Effect of Faecal Microbiota Transplantation for Treatment of Clostridium difficile Infection in Patients with Inflammatory Bowel Disease: A Systematic Review and Meta-Analysis of Cohort Studies.

Effect of Faecal Microbiota Transplantation for Treatment of Clostridium difficile Infection in Patients with Inflammatory Bowel Disease: A Systematic Review and Meta-Analysis of Cohort Studies.

J Crohns Colitis. 2018 Mar 08;:

Authors: Chen T, Zhou Q, Zhang D, Jiang F, Wu J, Zhou JY, Zheng X, Chen YG

Abstract
Background: Evidence concerning the effect of faecal microbiota transplantation (FMT) in Clostridium difficile infection (CDI) patients with inflammatory bowel disease (IBD) has not been firmly established. Therefore, we performed a systematic review and meta-analysis to evaluate FMT treatment outcomes in patients with IBD treated for CDI.
Methods: An electronic search of four databases was conducted until November 1st, 2017. Cohort studies of FMT efficacy and safety in CDI patients with IBD were included. Pooled effect sizes were calculated with 95% confidence intervals (CI) using a random-effects model.
Results: Nine cohort studies comprising a total of 346 CDI patients with IBD were included. The initial cure rate was 81% (95% CI = 76% – 85%) and the overall cure rate was up to 89% (95% CI = 83% – 93%), both with no significant heterogeneity. The recurrence rate was 19% (95% CI = 13% – 27%) with moderate heterogeneity (Cochran’s Q, P = 0.19; I2 = 33%). There was no significant difference in the CDI cure rate after FMT in patients with and without IBD (RR = 0.92; 95% CI = 0.81 – 1.05; Cochran’s Q, P = 0.06; I2 = 53%). Subgroup analysis revealed a similar CDI treatment effect after FMT in patients with Crohn’s disease and those with ulcerative colitis (p = 0.1804). Four studies reported adverse events of IBD flares.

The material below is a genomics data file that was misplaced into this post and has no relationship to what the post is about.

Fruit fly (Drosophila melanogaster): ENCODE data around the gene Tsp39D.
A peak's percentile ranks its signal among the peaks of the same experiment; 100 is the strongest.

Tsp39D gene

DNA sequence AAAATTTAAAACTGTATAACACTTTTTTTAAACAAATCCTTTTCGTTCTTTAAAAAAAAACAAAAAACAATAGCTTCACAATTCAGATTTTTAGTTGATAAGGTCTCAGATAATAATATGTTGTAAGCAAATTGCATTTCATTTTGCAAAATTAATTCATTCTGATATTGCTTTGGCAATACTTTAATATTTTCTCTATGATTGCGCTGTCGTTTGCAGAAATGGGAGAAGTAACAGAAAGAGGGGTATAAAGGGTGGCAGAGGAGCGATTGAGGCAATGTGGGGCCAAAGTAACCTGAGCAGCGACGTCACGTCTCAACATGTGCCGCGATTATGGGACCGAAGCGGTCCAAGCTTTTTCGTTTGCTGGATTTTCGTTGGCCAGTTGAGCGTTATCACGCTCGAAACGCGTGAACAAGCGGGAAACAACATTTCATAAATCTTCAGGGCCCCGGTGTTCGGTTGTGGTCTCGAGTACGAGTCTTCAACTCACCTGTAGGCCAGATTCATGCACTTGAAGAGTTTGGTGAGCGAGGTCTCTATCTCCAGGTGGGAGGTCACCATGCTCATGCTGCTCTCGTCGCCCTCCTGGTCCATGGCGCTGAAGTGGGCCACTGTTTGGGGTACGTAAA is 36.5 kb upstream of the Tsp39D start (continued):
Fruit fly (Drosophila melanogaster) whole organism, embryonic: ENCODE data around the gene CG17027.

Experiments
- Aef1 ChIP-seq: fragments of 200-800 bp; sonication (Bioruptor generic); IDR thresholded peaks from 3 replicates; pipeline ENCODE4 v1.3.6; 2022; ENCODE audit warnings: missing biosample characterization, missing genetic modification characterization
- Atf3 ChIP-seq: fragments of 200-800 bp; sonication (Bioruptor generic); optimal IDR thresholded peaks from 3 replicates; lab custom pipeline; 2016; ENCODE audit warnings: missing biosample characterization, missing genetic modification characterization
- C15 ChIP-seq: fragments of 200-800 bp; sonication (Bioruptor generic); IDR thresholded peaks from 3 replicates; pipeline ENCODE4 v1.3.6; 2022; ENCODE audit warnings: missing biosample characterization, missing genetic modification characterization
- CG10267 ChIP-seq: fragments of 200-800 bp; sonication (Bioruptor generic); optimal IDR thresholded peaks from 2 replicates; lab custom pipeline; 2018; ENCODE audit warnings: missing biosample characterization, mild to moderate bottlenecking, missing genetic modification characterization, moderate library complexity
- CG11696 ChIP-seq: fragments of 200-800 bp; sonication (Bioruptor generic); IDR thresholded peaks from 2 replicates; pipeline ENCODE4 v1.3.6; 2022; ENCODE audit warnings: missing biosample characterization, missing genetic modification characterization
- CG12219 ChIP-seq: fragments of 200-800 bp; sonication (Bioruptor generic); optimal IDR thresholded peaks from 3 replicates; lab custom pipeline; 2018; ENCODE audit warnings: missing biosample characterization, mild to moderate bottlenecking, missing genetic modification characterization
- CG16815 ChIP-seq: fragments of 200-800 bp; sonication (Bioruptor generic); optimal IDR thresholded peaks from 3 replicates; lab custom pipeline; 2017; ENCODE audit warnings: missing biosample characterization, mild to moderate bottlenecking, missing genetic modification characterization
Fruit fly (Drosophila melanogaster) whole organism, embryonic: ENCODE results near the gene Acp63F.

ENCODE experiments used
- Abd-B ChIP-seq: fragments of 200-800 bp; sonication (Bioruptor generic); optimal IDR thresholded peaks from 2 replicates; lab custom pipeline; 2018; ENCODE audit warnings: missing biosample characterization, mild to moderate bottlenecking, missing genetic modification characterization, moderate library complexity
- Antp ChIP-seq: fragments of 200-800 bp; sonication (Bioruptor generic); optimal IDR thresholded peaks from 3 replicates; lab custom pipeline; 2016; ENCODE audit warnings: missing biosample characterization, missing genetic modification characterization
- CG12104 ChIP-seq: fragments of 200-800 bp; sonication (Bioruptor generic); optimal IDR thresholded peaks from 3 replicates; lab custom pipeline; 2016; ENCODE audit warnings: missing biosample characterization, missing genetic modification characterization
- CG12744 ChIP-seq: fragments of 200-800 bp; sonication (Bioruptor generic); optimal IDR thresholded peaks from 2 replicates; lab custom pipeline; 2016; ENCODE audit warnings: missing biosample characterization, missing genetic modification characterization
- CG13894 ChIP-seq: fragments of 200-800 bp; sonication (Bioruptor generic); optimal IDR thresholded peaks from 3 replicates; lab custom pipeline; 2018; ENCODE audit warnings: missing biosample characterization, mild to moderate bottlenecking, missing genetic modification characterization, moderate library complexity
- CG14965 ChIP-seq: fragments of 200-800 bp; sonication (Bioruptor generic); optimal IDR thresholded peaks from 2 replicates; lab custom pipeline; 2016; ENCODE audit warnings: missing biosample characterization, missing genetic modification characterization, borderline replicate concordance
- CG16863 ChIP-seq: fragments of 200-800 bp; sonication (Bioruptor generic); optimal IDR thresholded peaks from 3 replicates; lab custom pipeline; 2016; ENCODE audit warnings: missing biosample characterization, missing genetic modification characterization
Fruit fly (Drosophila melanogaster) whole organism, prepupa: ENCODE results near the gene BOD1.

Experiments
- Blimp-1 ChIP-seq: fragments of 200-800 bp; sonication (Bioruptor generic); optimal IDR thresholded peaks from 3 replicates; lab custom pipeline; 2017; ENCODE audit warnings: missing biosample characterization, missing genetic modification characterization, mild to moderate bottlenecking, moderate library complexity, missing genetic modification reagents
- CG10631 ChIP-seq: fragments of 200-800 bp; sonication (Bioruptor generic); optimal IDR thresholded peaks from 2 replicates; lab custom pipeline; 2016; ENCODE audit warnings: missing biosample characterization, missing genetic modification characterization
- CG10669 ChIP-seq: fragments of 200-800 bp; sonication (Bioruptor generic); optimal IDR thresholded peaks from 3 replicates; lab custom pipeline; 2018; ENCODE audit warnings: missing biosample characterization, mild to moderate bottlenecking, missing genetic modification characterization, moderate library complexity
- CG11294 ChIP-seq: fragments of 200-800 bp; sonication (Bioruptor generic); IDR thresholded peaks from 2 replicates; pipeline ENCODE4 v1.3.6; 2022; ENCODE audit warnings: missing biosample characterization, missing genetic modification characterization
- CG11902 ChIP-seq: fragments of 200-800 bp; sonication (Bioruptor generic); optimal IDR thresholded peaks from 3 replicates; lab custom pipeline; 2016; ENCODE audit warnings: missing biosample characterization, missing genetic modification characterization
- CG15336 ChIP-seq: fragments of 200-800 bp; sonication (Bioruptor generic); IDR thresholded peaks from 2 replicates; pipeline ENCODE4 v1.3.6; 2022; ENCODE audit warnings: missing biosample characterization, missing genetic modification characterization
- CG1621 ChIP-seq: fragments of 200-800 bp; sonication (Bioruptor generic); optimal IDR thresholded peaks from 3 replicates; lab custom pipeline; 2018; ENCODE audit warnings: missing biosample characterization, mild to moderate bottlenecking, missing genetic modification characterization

Conclusions: FMT is an effective therapy for CDI in patients with IBD. Well-designed randomised controlled trials and well-conducted microbiological studies are needed to validate its efficacy and safety.

PMID: 29528385 [PubMed – as supplied by publisher]

PubMed Link: https://www.ncbi.nlm.nih.gov/pubmed/29528385?dopt=Abstract